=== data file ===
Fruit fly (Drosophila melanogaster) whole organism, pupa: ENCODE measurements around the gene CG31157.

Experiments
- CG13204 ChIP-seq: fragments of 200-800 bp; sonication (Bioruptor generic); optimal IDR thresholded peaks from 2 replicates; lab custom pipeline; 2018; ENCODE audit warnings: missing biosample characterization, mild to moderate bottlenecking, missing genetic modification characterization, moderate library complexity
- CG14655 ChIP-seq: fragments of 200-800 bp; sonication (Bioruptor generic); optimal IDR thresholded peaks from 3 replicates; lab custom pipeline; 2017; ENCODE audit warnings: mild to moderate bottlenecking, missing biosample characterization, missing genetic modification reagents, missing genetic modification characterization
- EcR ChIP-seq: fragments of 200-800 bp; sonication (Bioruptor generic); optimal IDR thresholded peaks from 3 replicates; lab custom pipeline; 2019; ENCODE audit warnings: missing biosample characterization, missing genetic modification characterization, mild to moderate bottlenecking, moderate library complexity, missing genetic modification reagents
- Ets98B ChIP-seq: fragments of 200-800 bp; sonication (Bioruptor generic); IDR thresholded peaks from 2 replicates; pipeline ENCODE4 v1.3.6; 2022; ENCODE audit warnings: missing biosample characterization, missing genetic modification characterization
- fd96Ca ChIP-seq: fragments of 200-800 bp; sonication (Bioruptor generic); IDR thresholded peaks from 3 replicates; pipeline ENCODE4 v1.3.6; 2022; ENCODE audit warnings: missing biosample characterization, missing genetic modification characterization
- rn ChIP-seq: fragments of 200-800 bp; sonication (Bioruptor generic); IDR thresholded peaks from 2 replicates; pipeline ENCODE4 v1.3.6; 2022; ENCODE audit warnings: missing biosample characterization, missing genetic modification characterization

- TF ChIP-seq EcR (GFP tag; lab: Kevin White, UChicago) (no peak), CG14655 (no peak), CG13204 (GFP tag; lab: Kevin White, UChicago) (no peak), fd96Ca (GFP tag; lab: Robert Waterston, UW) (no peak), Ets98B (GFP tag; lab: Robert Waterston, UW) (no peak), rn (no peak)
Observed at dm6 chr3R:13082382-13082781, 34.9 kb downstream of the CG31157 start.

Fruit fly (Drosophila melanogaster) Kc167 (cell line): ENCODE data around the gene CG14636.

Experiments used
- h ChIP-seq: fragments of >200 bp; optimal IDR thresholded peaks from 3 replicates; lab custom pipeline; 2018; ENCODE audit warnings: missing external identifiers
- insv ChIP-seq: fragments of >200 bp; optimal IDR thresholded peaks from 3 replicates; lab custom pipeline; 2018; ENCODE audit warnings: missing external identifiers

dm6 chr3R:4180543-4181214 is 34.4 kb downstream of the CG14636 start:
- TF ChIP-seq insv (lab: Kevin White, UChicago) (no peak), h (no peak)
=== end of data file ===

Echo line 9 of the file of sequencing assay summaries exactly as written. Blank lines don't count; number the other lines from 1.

- TF ChIP-seq EcR (GFP tag; lab: Kevin White, UChicago) (no peak), CG14655 (no peak), CG13204 (GFP tag; lab: Kevin White, UChicago) (no peak), fd96Ca (GFP tag; lab: Robert Waterston, UW) (no peak), Ets98B (GFP tag; lab: Robert Waterston, UW) (no peak), rn (no peak)